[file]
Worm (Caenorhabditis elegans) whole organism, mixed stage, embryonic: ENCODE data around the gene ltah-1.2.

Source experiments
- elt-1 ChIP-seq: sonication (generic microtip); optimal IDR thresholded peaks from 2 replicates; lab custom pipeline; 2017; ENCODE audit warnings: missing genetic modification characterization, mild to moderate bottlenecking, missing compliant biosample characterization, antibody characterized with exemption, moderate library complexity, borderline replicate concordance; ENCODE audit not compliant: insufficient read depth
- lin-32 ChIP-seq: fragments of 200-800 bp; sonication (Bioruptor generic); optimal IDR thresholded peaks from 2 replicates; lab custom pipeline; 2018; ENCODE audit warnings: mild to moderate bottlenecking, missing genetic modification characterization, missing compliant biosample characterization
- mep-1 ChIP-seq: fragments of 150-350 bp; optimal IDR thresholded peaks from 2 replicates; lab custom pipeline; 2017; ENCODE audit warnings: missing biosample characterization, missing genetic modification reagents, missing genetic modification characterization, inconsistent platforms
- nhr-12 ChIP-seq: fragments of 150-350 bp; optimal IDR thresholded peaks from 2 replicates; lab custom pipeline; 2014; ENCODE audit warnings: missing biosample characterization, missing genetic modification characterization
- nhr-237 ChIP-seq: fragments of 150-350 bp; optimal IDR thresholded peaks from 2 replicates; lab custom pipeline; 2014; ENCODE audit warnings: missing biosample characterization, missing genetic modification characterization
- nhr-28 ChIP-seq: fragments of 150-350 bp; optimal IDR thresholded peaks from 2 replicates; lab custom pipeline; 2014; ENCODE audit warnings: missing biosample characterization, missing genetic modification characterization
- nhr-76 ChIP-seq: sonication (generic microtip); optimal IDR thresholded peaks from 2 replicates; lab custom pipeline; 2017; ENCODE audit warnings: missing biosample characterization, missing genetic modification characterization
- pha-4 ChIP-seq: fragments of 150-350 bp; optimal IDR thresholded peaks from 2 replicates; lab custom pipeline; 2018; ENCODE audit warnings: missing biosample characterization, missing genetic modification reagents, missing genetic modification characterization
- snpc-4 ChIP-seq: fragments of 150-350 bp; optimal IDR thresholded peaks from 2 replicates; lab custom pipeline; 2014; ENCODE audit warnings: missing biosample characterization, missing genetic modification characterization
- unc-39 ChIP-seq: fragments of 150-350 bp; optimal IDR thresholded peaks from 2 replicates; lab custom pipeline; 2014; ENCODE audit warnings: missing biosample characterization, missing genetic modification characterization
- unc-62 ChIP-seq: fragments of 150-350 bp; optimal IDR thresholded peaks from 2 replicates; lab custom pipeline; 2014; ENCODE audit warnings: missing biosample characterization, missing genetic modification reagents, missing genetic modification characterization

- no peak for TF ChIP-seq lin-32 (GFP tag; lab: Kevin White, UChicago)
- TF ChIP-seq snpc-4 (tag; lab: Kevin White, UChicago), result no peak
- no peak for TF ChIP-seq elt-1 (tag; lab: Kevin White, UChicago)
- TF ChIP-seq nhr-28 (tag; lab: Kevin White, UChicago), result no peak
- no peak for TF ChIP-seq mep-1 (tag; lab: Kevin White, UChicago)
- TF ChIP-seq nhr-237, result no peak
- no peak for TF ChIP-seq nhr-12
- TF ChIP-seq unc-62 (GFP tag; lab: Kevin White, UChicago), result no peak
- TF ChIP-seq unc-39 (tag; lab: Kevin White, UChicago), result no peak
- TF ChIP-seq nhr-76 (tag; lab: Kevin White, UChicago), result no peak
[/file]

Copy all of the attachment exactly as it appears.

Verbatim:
Worm (Caenorhabditis elegans) whole organism, mixed stage, embryonic: ENCODE data around the gene ltah-1.2.

Source experiments
- elt-1 ChIP-seq: sonication (generic microtip); optimal IDR thresholded peaks from 2 replicates; lab custom pipeline; 2017; ENCODE audit warnings: missing genetic modification characterization, mild to moderate bottlenecking, missing compliant biosample characterization, antibody characterized with exemption, moderate library complexity, borderline replicate concordance; ENCODE audit not compliant: insufficient read depth
- lin-32 ChIP-seq: fragments of 200-800 bp; sonication (Bioruptor generic); optimal IDR thresholded peaks from 2 replicates; lab custom pipeline; 2018; ENCODE audit warnings: mild to moderate bottlenecking, missing genetic modification characterization, missing compliant biosample characterization
- mep-1 ChIP-seq: fragments of 150-350 bp; optimal IDR thresholded peaks from 2 replicates; lab custom pipeline; 2017; ENCODE audit warnings: missing biosample characterization, missing genetic modification reagents, missing genetic modification characterization, inconsistent platforms
- nhr-12 ChIP-seq: fragments of 150-350 bp; optimal IDR thresholded peaks from 2 replicates; lab custom pipeline; 2014; ENCODE audit warnings: missing biosample characterization, missing genetic modification characterization
- nhr-237 ChIP-seq: fragments of 150-350 bp; optimal IDR thresholded peaks from 2 replicates; lab custom pipeline; 2014; ENCODE audit warnings: missing biosample characterization, missing genetic modification characterization
- nhr-28 ChIP-seq: fragments of 150-350 bp; optimal IDR thresholded peaks from 2 replicates; lab custom pipeline; 2014; ENCODE audit warnings: missing biosample characterization, missing genetic modification characterization
- nhr-76 ChIP-seq: sonication (generic microtip); optimal IDR thresholded peaks from 2 replicates; lab custom pipeline; 2017; ENCODE audit warnings: missing biosample characterization, missing genetic modification characterization
- pha-4 ChIP-seq: fragments of 150-350 bp; optimal IDR thresholded peaks from 2 replicates; lab custom pipeline; 2018; ENCODE audit warnings: missing biosample characterization, missing genetic modification reagents, missing genetic modification characterization
- snpc-4 ChIP-seq: fragments of 150-350 bp; optimal IDR thresholded peaks from 2 replicates; lab custom pipeline; 2014; ENCODE audit warnings: missing biosample characterization, missing genetic modification characterization
- unc-39 ChIP-seq: fragments of 150-350 bp; optimal IDR thresholded peaks from 2 replicates; lab custom pipeline; 2014; ENCODE audit warnings: missing biosample characterization, missing genetic modification characterization
- unc-62 ChIP-seq: fragments of 150-350 bp; optimal IDR thresholded peaks from 2 replicates; lab custom pipeline; 2014; ENCODE audit warnings: missing biosample characterization, missing genetic modification reagents, missing genetic modification characterization

- no peak for TF ChIP-seq lin-32 (GFP tag; lab: Kevin White, UChicago)
- TF ChIP-seq snpc-4 (tag; lab: Kevin White, UChicago), result no peak
- no peak for TF ChIP-seq elt-1 (tag; lab: Kevin White, UChicago)
- TF ChIP-seq nhr-28 (tag; lab: Kevin White, UChicago), result no peak
- no peak for TF ChIP-seq mep-1 (tag; lab: Kevin White, UChicago)
- TF ChIP-seq nhr-237, result no peak
- no peak for TF ChIP-seq nhr-12
- TF ChIP-seq unc-62 (GFP tag; lab: Kevin White, UChicago), result no peak
- TF ChIP-seq unc-39 (tag; lab: Kevin White, UChicago), result no peak
- TF ChIP-seq nhr-76 (tag; lab: Kevin White, UChicago), result no peak